Midnight in Madrid by Noel Hynd (Zondervan, March 1, 2009), 368 pages
Midnight in Madrid is the second book in The Russian Trilogy by Noel Hynd. The first book is Conspiracy in Kiev, which I haven’t read. Actually, Midnight in Madrid was my first Hynd read.
From the back cover:
When a mysterious relic is stolen from a Madrid museum, people are dying to discover its secrets. Literally.
U.S. Treasury agent Alexandra LaDuca returns to track down the stolen artwork, a small carving called The Pietà of Malta. It seems to be a simple assignment, but nothing about this job is simple, as the mysteries and legends surrounding the relic become increasingly complex with claims of supernatural power.
As aggressive, relentless, and stubborn as ever, Alex crisscrosses Europe through a web of intrigue, danger, and betrayal, joined by a polished, mysterious new partner. With echoes of classic detective and suspense fiction from The Maltese Falcon to The Da Vinci Code, Midnight in Madrid takes the reader on a nonstop spellbinding chase through a modern world of terrorists, art thieves, and cold-blooded killers.
I was excited to get this advance copy in the mail — a female FBI/Treasury agent in an almost surely fruitless search for a stolen piece of art. She’s multilingual, she’s smart. And she’s not just looking for the small sculpture that was, perhaps, Michelangelo’s inspiration for his Pieta, no. She’s also searching for the people behind the theft, and their motivation, and trying to stop their endgame.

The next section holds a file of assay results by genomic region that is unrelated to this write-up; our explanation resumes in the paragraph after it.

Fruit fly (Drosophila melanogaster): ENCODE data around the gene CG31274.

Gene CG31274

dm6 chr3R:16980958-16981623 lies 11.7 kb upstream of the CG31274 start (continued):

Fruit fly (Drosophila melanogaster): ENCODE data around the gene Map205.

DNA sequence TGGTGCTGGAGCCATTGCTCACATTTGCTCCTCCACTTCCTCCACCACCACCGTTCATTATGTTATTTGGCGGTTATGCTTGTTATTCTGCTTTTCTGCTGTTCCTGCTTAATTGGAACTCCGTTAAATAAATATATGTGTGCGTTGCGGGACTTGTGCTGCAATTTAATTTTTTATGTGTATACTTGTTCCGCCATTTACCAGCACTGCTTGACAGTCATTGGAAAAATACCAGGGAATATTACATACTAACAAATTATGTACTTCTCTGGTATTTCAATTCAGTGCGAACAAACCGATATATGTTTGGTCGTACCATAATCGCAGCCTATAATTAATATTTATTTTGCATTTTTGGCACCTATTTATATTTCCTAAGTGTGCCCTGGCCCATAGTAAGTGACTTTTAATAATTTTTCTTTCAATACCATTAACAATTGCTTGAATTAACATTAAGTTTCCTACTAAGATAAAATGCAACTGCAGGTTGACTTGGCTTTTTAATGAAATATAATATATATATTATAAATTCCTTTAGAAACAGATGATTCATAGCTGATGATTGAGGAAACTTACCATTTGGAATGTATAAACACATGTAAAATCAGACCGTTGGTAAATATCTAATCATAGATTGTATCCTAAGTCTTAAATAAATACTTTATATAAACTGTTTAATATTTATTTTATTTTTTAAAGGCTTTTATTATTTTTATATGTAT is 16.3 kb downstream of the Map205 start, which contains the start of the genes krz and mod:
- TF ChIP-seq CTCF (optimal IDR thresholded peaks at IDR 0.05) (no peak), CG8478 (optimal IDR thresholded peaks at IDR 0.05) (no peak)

However, this book didn’t do it for me.
Story wise, Midnight in Madrid was solid. Great, even. But the character of Alex LaDuca was fragmented to me, two parts of a whole. In short, unbelievable. Perhaps this problem might have been alleviated if I had read the first book in the series. Otherwise, though, this book does stand on its own.
I was intrigued (in a good way) by some of how things happened in this book, as far as writing mechanics; to move the story forward, at times Hynd broke a lot of writing “rules” — but it worked in this book.
Aside from lacking in characterization, at times I also felt like the novel was replaced for a few pages by a term paper. It’s good for the book to have a historical basis and footing, but sometimes this background didn’t feel well integrated into the plot.